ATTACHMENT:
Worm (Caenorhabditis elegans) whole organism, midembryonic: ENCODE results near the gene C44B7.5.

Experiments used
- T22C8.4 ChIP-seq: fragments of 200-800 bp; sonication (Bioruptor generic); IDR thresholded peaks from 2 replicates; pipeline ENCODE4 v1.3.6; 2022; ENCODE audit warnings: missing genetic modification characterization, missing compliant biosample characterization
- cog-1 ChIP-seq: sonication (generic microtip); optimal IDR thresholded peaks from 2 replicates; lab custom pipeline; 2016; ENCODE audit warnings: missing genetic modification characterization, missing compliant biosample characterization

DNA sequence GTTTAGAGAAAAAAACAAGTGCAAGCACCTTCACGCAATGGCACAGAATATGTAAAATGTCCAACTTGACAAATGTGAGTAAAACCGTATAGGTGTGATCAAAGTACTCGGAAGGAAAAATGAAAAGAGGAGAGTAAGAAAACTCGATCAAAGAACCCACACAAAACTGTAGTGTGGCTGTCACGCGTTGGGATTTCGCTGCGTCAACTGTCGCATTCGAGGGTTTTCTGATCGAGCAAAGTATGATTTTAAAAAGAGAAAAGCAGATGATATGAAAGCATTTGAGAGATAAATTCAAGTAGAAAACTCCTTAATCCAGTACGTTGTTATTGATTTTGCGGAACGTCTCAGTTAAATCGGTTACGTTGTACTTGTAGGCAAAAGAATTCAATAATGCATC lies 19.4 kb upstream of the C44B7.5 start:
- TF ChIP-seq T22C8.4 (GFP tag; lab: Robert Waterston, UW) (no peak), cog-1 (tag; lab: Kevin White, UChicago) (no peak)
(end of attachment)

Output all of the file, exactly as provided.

Worm (Caenorhabditis elegans) whole organism, midembryonic: ENCODE results near the gene C44B7.5.

Experiments used
- T22C8.4 ChIP-seq: fragments of 200-800 bp; sonication (Bioruptor generic); IDR thresholded peaks from 2 replicates; pipeline ENCODE4 v1.3.6; 2022; ENCODE audit warnings: missing genetic modification characterization, missing compliant biosample characterization
- cog-1 ChIP-seq: sonication (generic microtip); optimal IDR thresholded peaks from 2 replicates; lab custom pipeline; 2016; ENCODE audit warnings: missing genetic modification characterization, missing compliant biosample characterization

DNA sequence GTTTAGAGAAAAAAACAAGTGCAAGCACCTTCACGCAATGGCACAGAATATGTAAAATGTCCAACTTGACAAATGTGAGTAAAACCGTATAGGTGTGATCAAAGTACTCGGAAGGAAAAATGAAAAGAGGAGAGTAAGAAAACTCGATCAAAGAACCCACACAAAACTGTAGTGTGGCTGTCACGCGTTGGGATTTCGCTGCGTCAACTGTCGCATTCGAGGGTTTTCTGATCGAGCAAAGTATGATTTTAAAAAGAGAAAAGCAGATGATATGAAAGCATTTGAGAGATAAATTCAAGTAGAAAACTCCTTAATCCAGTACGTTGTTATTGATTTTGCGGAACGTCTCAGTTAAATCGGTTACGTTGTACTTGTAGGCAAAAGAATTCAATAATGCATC lies 19.4 kb upstream of the C44B7.5 start:
- TF ChIP-seq T22C8.4 (GFP tag; lab: Robert Waterston, UW) (no peak), cog-1 (tag; lab: Kevin White, UChicago) (no peak)